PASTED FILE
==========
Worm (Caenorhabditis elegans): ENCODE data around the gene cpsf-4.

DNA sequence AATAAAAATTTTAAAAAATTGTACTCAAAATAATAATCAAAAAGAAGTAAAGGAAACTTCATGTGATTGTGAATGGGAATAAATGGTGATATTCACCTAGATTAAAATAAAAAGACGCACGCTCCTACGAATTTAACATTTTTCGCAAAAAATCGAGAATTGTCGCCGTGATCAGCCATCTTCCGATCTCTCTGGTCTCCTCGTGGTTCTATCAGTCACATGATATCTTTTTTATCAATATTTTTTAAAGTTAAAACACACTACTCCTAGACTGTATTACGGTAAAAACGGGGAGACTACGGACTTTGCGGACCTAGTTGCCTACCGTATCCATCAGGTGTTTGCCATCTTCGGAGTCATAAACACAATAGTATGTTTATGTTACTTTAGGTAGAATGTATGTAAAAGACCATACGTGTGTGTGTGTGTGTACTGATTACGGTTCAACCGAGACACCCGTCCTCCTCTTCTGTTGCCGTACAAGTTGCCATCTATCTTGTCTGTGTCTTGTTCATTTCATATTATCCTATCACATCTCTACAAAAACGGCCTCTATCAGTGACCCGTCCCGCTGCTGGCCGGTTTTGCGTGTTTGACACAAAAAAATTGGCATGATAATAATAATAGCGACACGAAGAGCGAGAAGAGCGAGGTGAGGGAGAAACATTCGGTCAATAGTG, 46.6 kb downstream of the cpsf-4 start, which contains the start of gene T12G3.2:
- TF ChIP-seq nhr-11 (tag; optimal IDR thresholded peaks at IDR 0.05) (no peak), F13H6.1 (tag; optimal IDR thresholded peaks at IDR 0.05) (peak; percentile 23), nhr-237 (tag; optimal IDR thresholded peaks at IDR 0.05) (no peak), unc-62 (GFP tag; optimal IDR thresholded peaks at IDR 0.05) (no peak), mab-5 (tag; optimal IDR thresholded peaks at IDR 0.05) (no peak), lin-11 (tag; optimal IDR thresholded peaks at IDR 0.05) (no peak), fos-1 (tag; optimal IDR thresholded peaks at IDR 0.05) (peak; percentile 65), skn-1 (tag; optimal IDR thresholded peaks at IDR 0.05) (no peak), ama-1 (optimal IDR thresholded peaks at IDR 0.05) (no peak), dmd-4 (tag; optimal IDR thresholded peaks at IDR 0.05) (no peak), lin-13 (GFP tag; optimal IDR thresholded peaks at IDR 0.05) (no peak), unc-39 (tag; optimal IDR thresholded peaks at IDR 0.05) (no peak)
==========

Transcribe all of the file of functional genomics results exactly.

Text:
Worm (Caenorhabditis elegans): ENCODE data around the gene cpsf-4.

DNA sequence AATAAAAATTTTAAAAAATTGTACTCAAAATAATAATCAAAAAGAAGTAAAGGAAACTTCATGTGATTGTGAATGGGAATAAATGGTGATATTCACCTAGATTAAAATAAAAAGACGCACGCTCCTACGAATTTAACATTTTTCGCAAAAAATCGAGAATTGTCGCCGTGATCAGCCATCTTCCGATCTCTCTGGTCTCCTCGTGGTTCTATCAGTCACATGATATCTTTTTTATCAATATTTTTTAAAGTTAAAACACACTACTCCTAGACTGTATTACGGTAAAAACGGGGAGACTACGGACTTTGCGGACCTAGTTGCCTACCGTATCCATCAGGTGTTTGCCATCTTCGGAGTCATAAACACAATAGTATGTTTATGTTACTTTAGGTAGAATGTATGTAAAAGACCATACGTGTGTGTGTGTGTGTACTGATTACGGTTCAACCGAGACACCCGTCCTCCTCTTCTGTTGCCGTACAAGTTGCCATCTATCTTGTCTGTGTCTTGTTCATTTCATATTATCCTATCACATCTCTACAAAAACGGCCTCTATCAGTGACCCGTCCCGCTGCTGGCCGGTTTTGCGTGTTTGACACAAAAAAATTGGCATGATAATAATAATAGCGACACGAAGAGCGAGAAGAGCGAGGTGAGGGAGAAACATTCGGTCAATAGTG, 46.6 kb downstream of the cpsf-4 start, which contains the start of gene T12G3.2:
- TF ChIP-seq nhr-11 (tag; optimal IDR thresholded peaks at IDR 0.05) (no peak), F13H6.1 (tag; optimal IDR thresholded peaks at IDR 0.05) (peak; percentile 23), nhr-237 (tag; optimal IDR thresholded peaks at IDR 0.05) (no peak), unc-62 (GFP tag; optimal IDR thresholded peaks at IDR 0.05) (no peak), mab-5 (tag; optimal IDR thresholded peaks at IDR 0.05) (no peak), lin-11 (tag; optimal IDR thresholded peaks at IDR 0.05) (no peak), fos-1 (tag; optimal IDR thresholded peaks at IDR 0.05) (peak; percentile 65), skn-1 (tag; optimal IDR thresholded peaks at IDR 0.05) (no peak), ama-1 (optimal IDR thresholded peaks at IDR 0.05) (no peak), dmd-4 (tag; optimal IDR thresholded peaks at IDR 0.05) (no peak), lin-13 (GFP tag; optimal IDR thresholded peaks at IDR 0.05) (no peak), unc-39 (tag; optimal IDR thresholded peaks at IDR 0.05) (no peak)